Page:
Flexible electronics

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Fundamental study unlocks potential of organic semiconductors

Better understanding of crystallization in thin-films allows for better performing electronics

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Highly crystalline thin films of organic semiconductors have great potential as a basis for low-cost flexible electronics with a good performance. But one of the obstacles engineers have run into is their limited knowledge of how to make such thin films with large monocrystalline domains, domains that do not slow down or prevent the transport of charges. In a breakthrough study supported by a prestigious ERC grant, professor Paul Heremans, imec fellow and director of imec’s large area electronics department, and his colleagues have studied how exactly crystals are formed in organic semiconductor materials. With that knowledge, they have developed new, scalable techniques to form highly-ordered crystalline organic films. And they have devised methods to integrate these films into devices such as organic thin film transistors, organic solar cells and organic light-emitting transistors. 

Untapped potential – a call for fundamental research

Organic semiconductors differ radically from other classes of semiconducting materials. Their molecular nature makes them uniquely tunable and processeable, and gives them intriguing optical properties. Thanks to the latter – their excellent properties for light emission – such organic semiconductors are already used in, e.g., state-of-the-art smartphones and OLED displays. 

However, the organic transistors and circuits that are made today are still lacking compared to what is theoretically possible. Their performance hinges on the speed with which charges can be transported through the thin films of material that underlie the electronics. But because of the way these films are currently deposited, they are typically highly disordered: amorphous or crystallized into areas no larger than typically one micron. So they are polycrystalline films with a random, dense pattern of grain boundaries between the crystalline domains. And these boundaries hinder the transport of charges and may induce a large variability in the transistors and circuits that are processed on top of those layers.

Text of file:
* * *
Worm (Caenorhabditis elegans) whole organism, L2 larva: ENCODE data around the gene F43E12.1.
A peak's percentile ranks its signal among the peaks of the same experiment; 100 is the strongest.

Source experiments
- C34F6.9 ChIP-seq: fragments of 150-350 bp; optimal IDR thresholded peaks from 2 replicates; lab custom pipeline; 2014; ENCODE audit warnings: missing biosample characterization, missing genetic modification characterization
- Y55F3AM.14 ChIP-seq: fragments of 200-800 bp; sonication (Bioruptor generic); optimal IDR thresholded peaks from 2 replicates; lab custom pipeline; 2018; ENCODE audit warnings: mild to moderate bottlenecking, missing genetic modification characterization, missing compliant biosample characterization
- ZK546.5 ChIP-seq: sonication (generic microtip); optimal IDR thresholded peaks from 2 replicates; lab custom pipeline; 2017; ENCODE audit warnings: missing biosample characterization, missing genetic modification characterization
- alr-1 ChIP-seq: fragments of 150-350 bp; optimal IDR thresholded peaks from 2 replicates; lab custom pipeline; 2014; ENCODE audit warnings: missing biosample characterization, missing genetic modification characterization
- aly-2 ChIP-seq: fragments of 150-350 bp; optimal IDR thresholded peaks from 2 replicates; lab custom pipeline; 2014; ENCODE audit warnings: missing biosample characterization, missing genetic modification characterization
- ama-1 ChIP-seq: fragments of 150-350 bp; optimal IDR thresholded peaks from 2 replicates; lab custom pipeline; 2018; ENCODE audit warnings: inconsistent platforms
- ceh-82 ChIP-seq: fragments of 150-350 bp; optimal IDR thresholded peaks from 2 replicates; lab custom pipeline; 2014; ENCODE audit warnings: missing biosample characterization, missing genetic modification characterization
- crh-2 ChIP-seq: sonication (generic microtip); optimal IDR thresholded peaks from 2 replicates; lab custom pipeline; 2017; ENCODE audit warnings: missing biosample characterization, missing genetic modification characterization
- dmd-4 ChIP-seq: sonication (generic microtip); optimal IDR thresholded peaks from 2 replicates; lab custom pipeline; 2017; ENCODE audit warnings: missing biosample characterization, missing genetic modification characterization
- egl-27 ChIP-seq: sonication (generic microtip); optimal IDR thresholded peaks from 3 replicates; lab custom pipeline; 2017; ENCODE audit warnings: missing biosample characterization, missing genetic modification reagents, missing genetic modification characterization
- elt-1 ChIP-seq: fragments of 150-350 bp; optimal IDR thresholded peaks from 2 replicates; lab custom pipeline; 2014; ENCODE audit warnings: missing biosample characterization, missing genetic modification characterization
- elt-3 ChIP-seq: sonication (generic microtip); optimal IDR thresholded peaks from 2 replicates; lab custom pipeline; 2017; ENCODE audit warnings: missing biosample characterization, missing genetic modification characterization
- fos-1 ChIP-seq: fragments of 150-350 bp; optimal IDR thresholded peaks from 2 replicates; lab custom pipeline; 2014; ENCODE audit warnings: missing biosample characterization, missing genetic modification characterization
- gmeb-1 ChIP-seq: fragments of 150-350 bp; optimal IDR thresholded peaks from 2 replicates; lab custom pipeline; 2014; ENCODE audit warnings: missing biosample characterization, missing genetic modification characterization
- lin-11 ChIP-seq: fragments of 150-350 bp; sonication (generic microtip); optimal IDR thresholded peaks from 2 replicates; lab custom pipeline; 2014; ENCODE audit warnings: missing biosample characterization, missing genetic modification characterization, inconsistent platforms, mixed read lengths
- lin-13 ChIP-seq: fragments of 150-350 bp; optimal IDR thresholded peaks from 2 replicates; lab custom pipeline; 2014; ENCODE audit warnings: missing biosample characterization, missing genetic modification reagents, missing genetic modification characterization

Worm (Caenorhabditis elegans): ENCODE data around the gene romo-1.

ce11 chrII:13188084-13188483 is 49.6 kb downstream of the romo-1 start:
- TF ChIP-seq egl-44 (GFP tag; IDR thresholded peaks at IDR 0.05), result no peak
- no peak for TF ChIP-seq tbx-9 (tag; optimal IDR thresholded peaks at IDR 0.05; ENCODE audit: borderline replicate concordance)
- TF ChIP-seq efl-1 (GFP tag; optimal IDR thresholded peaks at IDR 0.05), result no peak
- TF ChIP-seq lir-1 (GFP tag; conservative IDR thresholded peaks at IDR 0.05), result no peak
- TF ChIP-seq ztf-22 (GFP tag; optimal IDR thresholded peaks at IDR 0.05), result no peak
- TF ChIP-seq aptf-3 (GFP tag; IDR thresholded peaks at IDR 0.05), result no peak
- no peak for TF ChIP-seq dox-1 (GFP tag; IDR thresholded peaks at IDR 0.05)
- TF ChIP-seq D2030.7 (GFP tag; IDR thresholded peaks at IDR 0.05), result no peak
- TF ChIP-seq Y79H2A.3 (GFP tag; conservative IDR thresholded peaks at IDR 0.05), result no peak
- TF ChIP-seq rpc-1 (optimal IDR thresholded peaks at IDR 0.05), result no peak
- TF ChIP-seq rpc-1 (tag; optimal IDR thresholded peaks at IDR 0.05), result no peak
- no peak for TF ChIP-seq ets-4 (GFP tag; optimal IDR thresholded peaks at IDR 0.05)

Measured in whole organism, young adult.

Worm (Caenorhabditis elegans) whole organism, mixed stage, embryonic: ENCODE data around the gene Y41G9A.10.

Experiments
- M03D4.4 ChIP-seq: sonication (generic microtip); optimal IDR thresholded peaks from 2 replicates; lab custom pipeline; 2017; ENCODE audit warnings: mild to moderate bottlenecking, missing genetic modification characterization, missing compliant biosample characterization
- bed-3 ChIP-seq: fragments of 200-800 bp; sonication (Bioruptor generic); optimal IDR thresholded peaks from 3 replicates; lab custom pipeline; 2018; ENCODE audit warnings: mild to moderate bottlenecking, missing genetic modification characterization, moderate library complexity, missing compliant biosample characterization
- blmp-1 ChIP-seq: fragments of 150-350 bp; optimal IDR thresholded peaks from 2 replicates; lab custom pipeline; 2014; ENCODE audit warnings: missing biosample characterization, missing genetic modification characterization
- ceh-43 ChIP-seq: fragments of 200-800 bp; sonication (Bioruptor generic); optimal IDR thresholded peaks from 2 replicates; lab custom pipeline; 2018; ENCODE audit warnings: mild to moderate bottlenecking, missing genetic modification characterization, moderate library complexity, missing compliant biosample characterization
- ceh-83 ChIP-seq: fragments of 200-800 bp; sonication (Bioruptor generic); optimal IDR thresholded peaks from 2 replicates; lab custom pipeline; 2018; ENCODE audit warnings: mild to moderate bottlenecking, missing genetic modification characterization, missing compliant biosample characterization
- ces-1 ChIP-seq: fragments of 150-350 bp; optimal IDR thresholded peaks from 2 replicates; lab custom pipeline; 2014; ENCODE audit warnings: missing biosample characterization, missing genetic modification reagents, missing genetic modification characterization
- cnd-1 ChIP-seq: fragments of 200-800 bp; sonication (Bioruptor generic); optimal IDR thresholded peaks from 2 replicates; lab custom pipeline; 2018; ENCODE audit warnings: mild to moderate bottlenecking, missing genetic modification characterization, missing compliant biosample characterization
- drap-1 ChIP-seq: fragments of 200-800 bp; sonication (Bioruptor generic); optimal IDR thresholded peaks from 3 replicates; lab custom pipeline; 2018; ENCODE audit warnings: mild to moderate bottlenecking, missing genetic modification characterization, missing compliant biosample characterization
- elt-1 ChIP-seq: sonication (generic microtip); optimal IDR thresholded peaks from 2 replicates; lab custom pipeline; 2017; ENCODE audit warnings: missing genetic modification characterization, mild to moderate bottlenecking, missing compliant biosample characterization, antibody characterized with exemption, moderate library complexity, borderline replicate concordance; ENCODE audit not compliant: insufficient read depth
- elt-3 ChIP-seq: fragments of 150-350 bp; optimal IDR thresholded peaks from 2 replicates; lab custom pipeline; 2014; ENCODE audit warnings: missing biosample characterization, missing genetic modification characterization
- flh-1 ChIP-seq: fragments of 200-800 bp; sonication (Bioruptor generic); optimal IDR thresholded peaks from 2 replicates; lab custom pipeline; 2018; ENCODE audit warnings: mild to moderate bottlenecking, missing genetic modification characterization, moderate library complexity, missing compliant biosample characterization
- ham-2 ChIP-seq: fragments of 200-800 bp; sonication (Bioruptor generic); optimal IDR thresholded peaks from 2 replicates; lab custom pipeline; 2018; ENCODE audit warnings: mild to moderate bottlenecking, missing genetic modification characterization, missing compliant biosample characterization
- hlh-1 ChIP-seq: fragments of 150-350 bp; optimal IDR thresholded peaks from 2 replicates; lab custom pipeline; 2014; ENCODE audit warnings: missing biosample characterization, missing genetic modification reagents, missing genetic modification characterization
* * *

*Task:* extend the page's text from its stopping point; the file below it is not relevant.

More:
To be clear: the current underperformance is mainly due to how the films are deposited; it is not a property of the molecules that are used. That has been proven abundantly with single-crystal films created under lab circumstances that show much better characteristics and performances than those created with today’s state-of-the-art thin-film technology. So any improvement effort should address the way thin-films are made.

With their three-year "Epos Crystalli" research project, imec’s Paul Heremans and his team set out to close the performance gap. Being an ERC-supported project, the goal was to pursue fundamental understanding, in the first place of the crystallization of organic materials and how this could translate into better thin-film making techniques. 

The researchers were especially interested in scalable techniques that could be used to fabricate highly performing electronics, with a special interest in opto-electronic devices. From the start, they pursued three interlocking goals: a better growth of highly-ordered thin organic films on arbitrary substrates; modeling the growth and electronic properties of crystalline thin films at the molecular level; and making better devices with crystalline thin films. 

Better understanding leads to better electronics

Recently, the project was successfully closed and there were quite a number of exciting results that can now be further translated into practical techniques and guidelines for industrial processing. These are some of the highlights in four different platforms or techniques that were studied.